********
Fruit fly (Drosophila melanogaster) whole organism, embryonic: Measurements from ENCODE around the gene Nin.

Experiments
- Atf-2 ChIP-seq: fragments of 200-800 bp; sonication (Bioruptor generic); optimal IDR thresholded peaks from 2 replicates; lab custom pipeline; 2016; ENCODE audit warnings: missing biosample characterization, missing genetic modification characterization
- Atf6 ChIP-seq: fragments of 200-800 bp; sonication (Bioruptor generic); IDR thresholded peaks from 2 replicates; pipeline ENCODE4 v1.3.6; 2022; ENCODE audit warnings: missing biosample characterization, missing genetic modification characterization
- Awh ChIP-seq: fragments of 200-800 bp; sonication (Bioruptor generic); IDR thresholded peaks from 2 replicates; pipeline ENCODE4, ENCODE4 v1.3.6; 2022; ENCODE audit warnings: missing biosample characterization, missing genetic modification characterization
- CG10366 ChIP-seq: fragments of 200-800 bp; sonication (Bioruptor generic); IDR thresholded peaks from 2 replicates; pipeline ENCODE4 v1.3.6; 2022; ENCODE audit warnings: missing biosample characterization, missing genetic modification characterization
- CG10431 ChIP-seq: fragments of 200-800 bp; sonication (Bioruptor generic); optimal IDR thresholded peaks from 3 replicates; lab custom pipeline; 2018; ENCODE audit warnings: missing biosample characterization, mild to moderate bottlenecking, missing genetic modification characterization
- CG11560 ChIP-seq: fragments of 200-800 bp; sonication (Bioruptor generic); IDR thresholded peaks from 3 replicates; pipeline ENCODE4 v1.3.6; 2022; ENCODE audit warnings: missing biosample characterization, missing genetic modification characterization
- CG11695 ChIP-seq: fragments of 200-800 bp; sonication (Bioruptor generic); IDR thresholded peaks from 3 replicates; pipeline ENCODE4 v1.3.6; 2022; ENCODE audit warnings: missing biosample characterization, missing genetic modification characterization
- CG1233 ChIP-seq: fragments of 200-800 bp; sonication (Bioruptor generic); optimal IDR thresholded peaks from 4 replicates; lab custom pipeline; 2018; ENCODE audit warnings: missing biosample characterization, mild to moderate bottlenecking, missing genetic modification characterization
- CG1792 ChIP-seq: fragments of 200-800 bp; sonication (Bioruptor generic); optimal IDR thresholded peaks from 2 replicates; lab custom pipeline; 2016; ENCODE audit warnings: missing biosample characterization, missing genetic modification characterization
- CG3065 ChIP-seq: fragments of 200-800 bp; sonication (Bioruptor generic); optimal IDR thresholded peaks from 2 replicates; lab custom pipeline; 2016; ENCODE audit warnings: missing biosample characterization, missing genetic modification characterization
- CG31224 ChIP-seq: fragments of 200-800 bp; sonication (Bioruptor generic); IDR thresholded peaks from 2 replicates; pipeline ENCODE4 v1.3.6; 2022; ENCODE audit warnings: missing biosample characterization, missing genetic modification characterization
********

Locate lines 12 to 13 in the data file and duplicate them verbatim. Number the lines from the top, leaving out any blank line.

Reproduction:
- CG3065 ChIP-seq: fragments of 200-800 bp; sonication (Bioruptor generic); optimal IDR thresholded peaks from 2 replicates; lab custom pipeline; 2016; ENCODE audit warnings: missing biosample characterization, missing genetic modification characterization
- CG31224 ChIP-seq: fragments of 200-800 bp; sonication (Bioruptor generic); IDR thresholded peaks from 2 replicates; pipeline ENCODE4 v1.3.6; 2022; ENCODE audit warnings: missing biosample characterization, missing genetic modification characterization